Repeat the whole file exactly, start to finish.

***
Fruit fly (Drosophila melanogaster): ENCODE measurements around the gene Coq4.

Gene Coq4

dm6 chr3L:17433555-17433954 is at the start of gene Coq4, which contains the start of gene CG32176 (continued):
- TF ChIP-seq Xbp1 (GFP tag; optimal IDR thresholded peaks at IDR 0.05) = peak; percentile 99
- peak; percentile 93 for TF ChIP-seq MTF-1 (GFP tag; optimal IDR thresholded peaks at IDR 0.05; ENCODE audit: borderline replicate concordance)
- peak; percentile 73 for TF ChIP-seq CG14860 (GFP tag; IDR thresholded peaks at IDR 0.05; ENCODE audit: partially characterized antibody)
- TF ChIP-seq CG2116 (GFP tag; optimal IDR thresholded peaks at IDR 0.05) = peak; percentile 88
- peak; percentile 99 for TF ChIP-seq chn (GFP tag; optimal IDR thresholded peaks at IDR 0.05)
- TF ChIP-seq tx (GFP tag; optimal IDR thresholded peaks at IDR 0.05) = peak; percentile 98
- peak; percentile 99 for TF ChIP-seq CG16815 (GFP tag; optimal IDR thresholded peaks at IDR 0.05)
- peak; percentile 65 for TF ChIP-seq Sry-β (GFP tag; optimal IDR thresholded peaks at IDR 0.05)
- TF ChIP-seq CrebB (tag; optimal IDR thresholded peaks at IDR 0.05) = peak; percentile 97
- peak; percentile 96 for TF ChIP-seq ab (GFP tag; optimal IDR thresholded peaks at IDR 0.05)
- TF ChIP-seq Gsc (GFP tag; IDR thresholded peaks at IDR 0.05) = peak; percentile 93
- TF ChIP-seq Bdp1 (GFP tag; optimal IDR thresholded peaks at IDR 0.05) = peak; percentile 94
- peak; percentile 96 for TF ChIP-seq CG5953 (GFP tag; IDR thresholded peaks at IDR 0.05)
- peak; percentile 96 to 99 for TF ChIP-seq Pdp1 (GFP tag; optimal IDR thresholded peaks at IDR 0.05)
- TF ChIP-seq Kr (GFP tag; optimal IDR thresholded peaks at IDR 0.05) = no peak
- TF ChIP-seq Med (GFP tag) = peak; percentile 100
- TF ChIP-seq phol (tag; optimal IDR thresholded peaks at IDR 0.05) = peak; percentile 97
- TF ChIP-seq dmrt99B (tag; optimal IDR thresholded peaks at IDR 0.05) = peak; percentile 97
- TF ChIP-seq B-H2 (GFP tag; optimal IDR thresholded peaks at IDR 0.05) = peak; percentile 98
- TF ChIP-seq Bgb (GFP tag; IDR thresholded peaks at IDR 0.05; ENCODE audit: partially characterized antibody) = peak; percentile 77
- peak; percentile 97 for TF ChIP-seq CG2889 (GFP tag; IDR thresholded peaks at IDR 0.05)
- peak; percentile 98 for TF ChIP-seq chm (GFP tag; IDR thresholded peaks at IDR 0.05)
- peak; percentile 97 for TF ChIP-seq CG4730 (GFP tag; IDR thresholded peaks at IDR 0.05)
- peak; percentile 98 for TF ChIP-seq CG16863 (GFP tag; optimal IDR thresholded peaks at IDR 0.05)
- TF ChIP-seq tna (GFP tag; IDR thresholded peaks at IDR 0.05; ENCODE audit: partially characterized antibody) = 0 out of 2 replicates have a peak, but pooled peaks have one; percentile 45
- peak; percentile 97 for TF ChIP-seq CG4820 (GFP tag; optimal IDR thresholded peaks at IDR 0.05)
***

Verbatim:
Fruit fly (Drosophila melanogaster): ENCODE measurements around the gene Coq4.

Gene Coq4

dm6 chr3L:17433555-17433954 is at the start of gene Coq4, which contains the start of gene CG32176 (continued):
- TF ChIP-seq Xbp1 (GFP tag; optimal IDR thresholded peaks at IDR 0.05) = peak; percentile 99
- peak; percentile 93 for TF ChIP-seq MTF-1 (GFP tag; optimal IDR thresholded peaks at IDR 0.05; ENCODE audit: borderline replicate concordance)
- peak; percentile 73 for TF ChIP-seq CG14860 (GFP tag; IDR thresholded peaks at IDR 0.05; ENCODE audit: partially characterized antibody)
- TF ChIP-seq CG2116 (GFP tag; optimal IDR thresholded peaks at IDR 0.05) = peak; percentile 88
- peak; percentile 99 for TF ChIP-seq chn (GFP tag; optimal IDR thresholded peaks at IDR 0.05)
- TF ChIP-seq tx (GFP tag; optimal IDR thresholded peaks at IDR 0.05) = peak; percentile 98
- peak; percentile 99 for TF ChIP-seq CG16815 (GFP tag; optimal IDR thresholded peaks at IDR 0.05)
- peak; percentile 65 for TF ChIP-seq Sry-β (GFP tag; optimal IDR thresholded peaks at IDR 0.05)
- TF ChIP-seq CrebB (tag; optimal IDR thresholded peaks at IDR 0.05) = peak; percentile 97
- peak; percentile 96 for TF ChIP-seq ab (GFP tag; optimal IDR thresholded peaks at IDR 0.05)
- TF ChIP-seq Gsc (GFP tag; IDR thresholded peaks at IDR 0.05) = peak; percentile 93
- TF ChIP-seq Bdp1 (GFP tag; optimal IDR thresholded peaks at IDR 0.05) = peak; percentile 94
- peak; percentile 96 for TF ChIP-seq CG5953 (GFP tag; IDR thresholded peaks at IDR 0.05)
- peak; percentile 96 to 99 for TF ChIP-seq Pdp1 (GFP tag; optimal IDR thresholded peaks at IDR 0.05)
- TF ChIP-seq Kr (GFP tag; optimal IDR thresholded peaks at IDR 0.05) = no peak
- TF ChIP-seq Med (GFP tag) = peak; percentile 100
- TF ChIP-seq phol (tag; optimal IDR thresholded peaks at IDR 0.05) = peak; percentile 97
- TF ChIP-seq dmrt99B (tag; optimal IDR thresholded peaks at IDR 0.05) = peak; percentile 97
- TF ChIP-seq B-H2 (GFP tag; optimal IDR thresholded peaks at IDR 0.05) = peak; percentile 98
- TF ChIP-seq Bgb (GFP tag; IDR thresholded peaks at IDR 0.05; ENCODE audit: partially characterized antibody) = peak; percentile 77
- peak; percentile 97 for TF ChIP-seq CG2889 (GFP tag; IDR thresholded peaks at IDR 0.05)
- peak; percentile 98 for TF ChIP-seq chm (GFP tag; IDR thresholded peaks at IDR 0.05)
- peak; percentile 97 for TF ChIP-seq CG4730 (GFP tag; IDR thresholded peaks at IDR 0.05)
- peak; percentile 98 for TF ChIP-seq CG16863 (GFP tag; optimal IDR thresholded peaks at IDR 0.05)
- TF ChIP-seq tna (GFP tag; IDR thresholded peaks at IDR 0.05; ENCODE audit: partially characterized antibody) = 0 out of 2 replicates have a peak, but pooled peaks have one; percentile 45
- peak; percentile 97 for TF ChIP-seq CG4820 (GFP tag; optimal IDR thresholded peaks at IDR 0.05)